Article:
- Tapa dura: 120 páginas
- Editor: Bruno Gmunder Verlag GmbH (23 de junio de 2011)
- Idioma: Inglés
- ISBN-10: 3867871078
- ISBN-13: 978-3867871075
- Valoración media de los clientes: Sé el primero en opinar sobre este producto
- Clasificación en los más vendidos de Amazon: nº393.347 en Libros en idiomas extranjeros (Ver el Top 100 en Libros en idiomas extranjeros)
Fine Art Sex (Inglés) Tapa dura – 23 jun 2011
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Descripción del producto
Reseña del editor
Tom Bianchi is for sure, not a photographer who cares about conventions. Aseptic shootings with professionally posing models aren't his cup of tea. He rather uses his camera to catch the moment. Like nobody else, Bianchi is capable of capturing the spontaneous, rough energy that sex between men sets free. Strength and tenderness, frenzy and intimacy-these are the poles between which his work expands. And his skills are well received: So far all of his coffee table books have become bestsellers. With FINE ART SEX he sets the spot on the aesthetic side of impulsive Sex once more. A fabulous book that will continue his series of successes.
Biografía del autor
Tom Bianchi is one of the most published visual artists and writers in the world. His nineteen books of photographs, poems, and essays primarily cover the gay male experience in a variety of contexts - from aesthetic philosophy - IN DEFENSE OF BEAUTY - to poetry to erotic photography. He is currently working on an album and stage presentation of some poems being set to song from his book MEN I'VE LOVED. Tom was born and raised in the suburbs of Chicago. He got a law degree at Northwestern and practiced corporate law for ten years. At thirty -four he left his position as Senior Counsel at Columbia Pictures, tore up his law degree, pasted it into a painting and had his first one man show with Betty Parsons and Carol Dreyfuss in New York. Shortly thereafter, Tom had his first major museum retrospective at the Spoleto Festival in 1984.
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Detalles del producto
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I'm a fan of Bianchi. I love that his erotic photography is so unscripted, that he just lets his models enjoy themselves on camera. It's so much sexier when the handsome male subjects are having actual fun, rather than standing stiffly around with blank sneers. I recognize what Bianchi has done for the field of gay photography and gay culture in general. That said, Fine Art Sex feels a tad too experimental and more than a tad pretentious.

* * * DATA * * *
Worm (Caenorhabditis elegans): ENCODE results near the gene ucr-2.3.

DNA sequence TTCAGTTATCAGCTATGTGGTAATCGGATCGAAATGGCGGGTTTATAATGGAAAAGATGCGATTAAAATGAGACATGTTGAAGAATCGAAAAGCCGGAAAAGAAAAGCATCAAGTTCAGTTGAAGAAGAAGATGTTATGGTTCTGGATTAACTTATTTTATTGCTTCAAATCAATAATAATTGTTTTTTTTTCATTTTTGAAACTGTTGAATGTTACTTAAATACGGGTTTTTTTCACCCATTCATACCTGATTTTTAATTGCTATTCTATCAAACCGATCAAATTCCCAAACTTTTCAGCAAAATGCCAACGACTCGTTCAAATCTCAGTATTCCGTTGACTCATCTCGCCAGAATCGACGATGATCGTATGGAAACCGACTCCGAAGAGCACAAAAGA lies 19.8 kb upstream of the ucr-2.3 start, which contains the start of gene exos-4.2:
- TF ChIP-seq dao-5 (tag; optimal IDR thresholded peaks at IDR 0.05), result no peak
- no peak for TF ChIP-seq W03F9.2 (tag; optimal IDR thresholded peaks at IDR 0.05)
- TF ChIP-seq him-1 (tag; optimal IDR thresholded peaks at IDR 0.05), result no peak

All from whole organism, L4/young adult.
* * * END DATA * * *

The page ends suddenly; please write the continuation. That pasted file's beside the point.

There's certainly no shortage of beautiful men on display, beginning with the cover model, who stands bathed in sensual lighting as water laps at his thighs. Nice tease! However, the book begins with a lot of words rather than images as Bianchi describes his moods, his style, his philosophies, his background, and how the "beauty of this reality stops time in my mind." Weird...he's starting to sound like he should be wearing a beret and a black turtleneck. I've always gotten the sense that his art defies "artness," that its power and eroticism likes in its up-close, personal portrayal of its models, without any murky "symbolism" or "technique." Surely it needs no analysis. And the first batches of photos in the book are kind of uninspired. The biggest misfire is a series of screenshots taken via iPhone and Skype. Look, I'm aware that the digital world is a huge factor in modern-day erotica, especially for budding amateurs. But Bianchi is no amateur, and when I buy a book of his, I would prefer to see quality photography, not grainy, blurry, oversaturated screencaps. I don't think a book entitled "Fine Art Sex" is a place for experimenting or being ironic.
Luckily, the second half of the book sizzles as Bianchi dives into some extremely streamy underwater photography, followed by more of his trademark bedroom frolicking. I love underwater nudes and these do not disappoint. I also enjoy it when he shows us love amidst the sexual hijinks; my favorite photo in the book shows two men ("Dale and Bill"), one with an intricate tattoo, embracing in the nude. So gentle, such an undercurrent of desire, and Dale's posterior is worthy of Michelangelo with a big block of marble. That's the Bianchi I know! But even then, too many of the photos seem to be more about the technique than the men. We don't see their faces often enough; Bianchi seems to be practicing the same objectification he claims to avoid.
Some accuse Bianchi of self-indulgence. I hate to say it, but this book made me think they might be right. He describes his dream world of free-to-be gay men, and it's turning out to be a hyper-exclusive world, reserved for the beautiful...and, possibly, the easy lay. More and more, Bianchi inserts himself into his own compositions. His body, all vein and sinew, is good-looking for its age, but appears out of place next to the bronze smoothness of his models. If I were petty, I might accuse him of using his reputation as an excuse to romp about with younger men. I might also point out that rhapsodizing about one's true love sounds hypocritical when one often photographs oneself entangled in naked foursomes. It's quite possible I'm wrong about all this, but people will make these accusations, and Bianchi does not seem inclined to -- or capable of -- denying them.
So, in the end, Fine Art Nudes is a book with some satisfying photography and a lot of disappointing fiddling about. I have no problem with Bianchi experimenting, but to do so in a book that promises his usual straightforward, delightful erotica is to do his fans a disservice. I pray what he's really photographing is not his own ego.